persuade the critical amongst us. The thorny issue of surveillance
-'dataveillance'- and its capability to produce the "the ultimate
Foucaultian dystopia" is left until the final chapter, although this is
essential information for each Net-user. Since each Net-journey is logged
onto a remote supercomputer, somewhere, each Net-participant should
increasingly question the changing, privacy-encroaching uses which can be
made of this form of electronic tagging.  Dataveillance is a hydra of
too-numerous heads to be dealt with so swiftly. Rather, such analysis should
be fully incorporated into the entire book in order to construct a
watertight polemic. It appears, this way, that he is raising the question
only to limply hand the baton over to some future author. For a scholar of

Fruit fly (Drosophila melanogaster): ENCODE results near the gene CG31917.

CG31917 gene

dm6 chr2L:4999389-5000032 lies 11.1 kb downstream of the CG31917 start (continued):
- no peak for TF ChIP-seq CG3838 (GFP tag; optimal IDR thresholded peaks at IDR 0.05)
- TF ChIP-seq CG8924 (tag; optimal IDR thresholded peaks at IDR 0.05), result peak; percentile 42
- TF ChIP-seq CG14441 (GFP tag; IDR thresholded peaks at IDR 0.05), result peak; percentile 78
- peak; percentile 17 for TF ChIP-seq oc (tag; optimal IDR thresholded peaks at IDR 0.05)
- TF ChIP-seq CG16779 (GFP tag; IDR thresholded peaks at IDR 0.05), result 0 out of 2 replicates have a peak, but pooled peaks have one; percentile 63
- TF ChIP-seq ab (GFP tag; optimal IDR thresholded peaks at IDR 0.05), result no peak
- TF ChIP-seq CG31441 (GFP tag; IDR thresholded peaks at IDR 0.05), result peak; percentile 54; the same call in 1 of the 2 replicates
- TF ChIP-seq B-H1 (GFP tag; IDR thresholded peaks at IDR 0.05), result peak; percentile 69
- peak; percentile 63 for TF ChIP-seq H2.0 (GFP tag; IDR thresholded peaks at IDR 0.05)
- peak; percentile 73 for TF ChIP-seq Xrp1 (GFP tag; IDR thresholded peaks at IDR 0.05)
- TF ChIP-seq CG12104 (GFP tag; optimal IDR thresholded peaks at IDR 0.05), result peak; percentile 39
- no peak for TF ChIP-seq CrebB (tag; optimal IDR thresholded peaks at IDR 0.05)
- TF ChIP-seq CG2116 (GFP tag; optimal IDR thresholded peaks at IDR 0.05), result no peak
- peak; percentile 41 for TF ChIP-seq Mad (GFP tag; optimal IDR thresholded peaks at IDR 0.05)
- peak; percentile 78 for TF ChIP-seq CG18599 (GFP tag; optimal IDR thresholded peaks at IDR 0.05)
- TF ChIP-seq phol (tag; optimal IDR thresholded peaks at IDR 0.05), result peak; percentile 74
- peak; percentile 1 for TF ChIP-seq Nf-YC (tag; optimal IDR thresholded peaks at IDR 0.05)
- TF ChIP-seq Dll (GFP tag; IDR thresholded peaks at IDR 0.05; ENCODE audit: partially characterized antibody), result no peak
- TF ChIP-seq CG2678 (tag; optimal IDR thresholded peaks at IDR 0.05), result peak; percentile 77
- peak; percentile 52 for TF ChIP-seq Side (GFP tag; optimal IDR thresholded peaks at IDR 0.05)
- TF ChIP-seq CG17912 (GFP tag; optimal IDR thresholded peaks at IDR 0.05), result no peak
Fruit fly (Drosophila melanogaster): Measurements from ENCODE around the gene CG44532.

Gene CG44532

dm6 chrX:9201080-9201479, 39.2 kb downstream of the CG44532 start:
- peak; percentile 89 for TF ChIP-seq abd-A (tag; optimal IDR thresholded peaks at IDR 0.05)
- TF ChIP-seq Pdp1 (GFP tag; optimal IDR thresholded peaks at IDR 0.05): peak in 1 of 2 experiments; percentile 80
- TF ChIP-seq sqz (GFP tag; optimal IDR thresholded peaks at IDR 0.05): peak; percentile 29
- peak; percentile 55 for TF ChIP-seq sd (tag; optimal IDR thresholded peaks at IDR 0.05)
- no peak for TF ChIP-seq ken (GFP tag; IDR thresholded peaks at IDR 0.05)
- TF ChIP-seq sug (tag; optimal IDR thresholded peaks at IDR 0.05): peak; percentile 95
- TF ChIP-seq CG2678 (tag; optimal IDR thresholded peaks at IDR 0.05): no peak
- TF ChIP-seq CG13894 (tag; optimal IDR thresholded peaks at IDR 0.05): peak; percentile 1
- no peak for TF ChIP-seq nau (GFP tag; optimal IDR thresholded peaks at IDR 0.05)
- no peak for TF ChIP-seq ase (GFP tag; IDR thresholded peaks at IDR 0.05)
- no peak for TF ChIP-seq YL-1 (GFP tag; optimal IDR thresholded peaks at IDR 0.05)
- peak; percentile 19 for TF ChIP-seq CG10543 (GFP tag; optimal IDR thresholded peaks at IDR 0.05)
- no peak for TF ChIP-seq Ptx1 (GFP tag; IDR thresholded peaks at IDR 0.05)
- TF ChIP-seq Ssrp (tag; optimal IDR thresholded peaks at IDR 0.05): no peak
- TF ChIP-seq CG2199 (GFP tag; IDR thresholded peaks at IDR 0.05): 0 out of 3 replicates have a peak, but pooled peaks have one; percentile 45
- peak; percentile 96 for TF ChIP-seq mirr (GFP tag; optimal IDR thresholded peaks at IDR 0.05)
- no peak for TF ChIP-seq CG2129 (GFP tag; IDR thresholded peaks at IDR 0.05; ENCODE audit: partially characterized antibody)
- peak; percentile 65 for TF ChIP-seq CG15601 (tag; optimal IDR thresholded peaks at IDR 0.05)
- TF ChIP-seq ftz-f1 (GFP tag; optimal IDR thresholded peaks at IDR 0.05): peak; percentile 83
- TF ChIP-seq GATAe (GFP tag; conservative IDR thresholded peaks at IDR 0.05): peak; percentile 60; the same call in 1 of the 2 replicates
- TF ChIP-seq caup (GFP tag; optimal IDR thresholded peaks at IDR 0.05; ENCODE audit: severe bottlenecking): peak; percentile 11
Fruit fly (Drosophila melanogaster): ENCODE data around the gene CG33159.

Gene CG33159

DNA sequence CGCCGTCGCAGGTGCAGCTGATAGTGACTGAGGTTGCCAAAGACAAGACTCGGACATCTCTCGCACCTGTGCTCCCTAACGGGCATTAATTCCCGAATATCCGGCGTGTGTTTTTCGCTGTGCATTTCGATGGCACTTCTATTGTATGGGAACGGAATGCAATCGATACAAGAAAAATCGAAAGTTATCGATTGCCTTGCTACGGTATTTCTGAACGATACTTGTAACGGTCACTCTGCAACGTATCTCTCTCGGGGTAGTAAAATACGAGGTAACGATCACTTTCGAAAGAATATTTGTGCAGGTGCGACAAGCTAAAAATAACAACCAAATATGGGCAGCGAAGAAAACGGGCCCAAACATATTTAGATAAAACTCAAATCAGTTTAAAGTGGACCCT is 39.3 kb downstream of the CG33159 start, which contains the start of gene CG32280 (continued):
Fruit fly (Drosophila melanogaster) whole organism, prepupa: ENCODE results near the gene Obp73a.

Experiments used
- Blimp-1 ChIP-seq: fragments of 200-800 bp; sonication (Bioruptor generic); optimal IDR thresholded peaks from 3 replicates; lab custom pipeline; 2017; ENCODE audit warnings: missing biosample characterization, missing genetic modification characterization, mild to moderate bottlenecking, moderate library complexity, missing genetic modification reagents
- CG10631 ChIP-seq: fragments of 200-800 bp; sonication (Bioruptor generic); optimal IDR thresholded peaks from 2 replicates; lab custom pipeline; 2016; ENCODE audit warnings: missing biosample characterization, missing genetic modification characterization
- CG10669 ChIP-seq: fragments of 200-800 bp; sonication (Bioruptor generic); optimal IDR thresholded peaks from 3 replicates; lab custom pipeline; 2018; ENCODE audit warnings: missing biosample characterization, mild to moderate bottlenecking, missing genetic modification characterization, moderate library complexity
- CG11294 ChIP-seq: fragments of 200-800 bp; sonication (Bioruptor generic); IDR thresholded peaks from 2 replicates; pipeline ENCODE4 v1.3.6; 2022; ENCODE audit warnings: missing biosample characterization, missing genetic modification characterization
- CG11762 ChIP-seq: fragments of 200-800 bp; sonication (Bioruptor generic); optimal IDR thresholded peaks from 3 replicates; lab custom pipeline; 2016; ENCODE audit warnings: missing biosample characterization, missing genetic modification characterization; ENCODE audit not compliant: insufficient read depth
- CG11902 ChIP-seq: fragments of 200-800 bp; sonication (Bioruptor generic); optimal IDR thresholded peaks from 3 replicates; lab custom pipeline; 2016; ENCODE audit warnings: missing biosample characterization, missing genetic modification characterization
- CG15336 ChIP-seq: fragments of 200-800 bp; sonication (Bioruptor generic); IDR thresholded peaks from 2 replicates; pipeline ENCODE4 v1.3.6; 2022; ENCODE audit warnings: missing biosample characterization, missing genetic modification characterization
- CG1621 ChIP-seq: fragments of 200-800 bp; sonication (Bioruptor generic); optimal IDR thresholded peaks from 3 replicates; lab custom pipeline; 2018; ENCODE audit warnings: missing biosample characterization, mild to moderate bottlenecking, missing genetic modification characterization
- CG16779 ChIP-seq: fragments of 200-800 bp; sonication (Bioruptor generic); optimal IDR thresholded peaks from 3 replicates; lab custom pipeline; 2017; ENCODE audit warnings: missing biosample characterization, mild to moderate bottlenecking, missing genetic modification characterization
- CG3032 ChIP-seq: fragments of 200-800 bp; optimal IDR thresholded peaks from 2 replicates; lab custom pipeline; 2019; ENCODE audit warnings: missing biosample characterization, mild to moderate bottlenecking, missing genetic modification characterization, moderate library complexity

his position, this is quite simply not good enough.

His own life comes often into the picture.  Although this does provide the
odd  refreshing interlude, we can also deduce that Mitchell, despite his
many references to global travel, breathes only the rarefied air of
Cambridge, Massachussets (presumably he carries an  aqualung .) Examples of
advanced videoconferencing or expansive online library systems available to
the universally-laptopped academic community at MIT cannot, realistically,
be used to convince the rest of us that such technologically utopian fruits
will ever be available on a wider scale, given the unaddressed practicality
of cost. The image which emerges is of the author as an amiable but secluded
technophile whose commitment to real social equality, if we can judge by the
late placement of these issues in the book - is unconvincing.

Mitchell's hand reveals itself as that of a right-leaning free-marketeer,
whose idea of the positive social benefits of the Internet consistently fail
to be grounded in a demonstrable sense of social fairness. ('Community'gets